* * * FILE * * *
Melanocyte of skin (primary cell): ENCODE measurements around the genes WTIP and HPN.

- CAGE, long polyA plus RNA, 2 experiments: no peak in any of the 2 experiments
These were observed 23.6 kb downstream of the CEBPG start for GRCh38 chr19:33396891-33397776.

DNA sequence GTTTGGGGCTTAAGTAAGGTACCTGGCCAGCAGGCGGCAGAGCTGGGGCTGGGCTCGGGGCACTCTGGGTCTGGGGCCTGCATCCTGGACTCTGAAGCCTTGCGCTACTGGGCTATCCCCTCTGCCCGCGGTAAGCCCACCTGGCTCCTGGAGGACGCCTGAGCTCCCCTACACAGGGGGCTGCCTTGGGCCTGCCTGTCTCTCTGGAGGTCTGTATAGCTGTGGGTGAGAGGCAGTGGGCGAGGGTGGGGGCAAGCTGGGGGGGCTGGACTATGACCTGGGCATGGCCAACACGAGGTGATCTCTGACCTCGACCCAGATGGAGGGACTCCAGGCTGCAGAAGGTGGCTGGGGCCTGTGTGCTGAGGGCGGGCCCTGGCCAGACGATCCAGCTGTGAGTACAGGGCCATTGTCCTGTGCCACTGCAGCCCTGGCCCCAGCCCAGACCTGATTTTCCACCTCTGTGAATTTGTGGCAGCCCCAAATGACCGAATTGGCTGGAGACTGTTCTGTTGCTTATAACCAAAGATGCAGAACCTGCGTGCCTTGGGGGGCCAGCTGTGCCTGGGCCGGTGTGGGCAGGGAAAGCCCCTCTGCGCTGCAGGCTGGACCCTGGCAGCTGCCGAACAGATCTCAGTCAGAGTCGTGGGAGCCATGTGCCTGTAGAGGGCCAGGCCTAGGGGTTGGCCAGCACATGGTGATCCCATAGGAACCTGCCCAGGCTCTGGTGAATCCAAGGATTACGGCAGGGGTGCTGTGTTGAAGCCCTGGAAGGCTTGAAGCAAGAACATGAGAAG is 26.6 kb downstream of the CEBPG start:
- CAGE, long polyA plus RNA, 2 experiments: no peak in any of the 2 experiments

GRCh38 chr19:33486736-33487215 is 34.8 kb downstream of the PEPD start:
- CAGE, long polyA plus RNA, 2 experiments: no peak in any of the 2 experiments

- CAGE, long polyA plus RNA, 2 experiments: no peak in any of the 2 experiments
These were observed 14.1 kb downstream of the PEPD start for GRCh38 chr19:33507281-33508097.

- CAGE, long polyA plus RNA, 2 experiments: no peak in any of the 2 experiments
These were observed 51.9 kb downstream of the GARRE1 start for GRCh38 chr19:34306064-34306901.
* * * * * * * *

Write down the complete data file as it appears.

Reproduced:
Melanocyte of skin (primary cell): ENCODE measurements around the genes WTIP and HPN.

- CAGE, long polyA plus RNA, 2 experiments: no peak in any of the 2 experiments
These were observed 23.6 kb downstream of the CEBPG start for GRCh38 chr19:33396891-33397776.

DNA sequence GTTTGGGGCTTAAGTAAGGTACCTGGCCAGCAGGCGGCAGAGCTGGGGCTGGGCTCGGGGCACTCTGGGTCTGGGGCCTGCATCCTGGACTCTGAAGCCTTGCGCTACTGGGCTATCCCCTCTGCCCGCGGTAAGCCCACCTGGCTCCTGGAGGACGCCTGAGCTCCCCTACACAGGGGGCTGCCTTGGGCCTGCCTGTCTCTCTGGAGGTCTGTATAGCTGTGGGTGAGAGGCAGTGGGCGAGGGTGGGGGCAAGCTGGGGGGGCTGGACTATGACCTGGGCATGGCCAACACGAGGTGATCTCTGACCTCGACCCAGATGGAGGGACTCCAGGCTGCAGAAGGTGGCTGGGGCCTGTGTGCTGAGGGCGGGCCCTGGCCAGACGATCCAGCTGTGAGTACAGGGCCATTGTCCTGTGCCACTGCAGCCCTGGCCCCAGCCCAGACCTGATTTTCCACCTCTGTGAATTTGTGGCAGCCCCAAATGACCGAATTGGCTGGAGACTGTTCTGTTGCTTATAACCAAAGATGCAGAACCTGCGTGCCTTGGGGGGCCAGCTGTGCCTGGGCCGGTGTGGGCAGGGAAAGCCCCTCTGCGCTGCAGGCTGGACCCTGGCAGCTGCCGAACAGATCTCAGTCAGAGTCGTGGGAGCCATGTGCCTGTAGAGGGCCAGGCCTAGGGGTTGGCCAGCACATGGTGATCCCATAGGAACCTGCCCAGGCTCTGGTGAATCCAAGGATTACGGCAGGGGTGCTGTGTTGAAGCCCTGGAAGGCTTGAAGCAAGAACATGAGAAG is 26.6 kb downstream of the CEBPG start:
- CAGE, long polyA plus RNA, 2 experiments: no peak in any of the 2 experiments

GRCh38 chr19:33486736-33487215 is 34.8 kb downstream of the PEPD start:
- CAGE, long polyA plus RNA, 2 experiments: no peak in any of the 2 experiments

- CAGE, long polyA plus RNA, 2 experiments: no peak in any of the 2 experiments
These were observed 14.1 kb downstream of the PEPD start for GRCh38 chr19:33507281-33508097.

- CAGE, long polyA plus RNA, 2 experiments: no peak in any of the 2 experiments
These were observed 51.9 kb downstream of the GARRE1 start for GRCh38 chr19:34306064-34306901.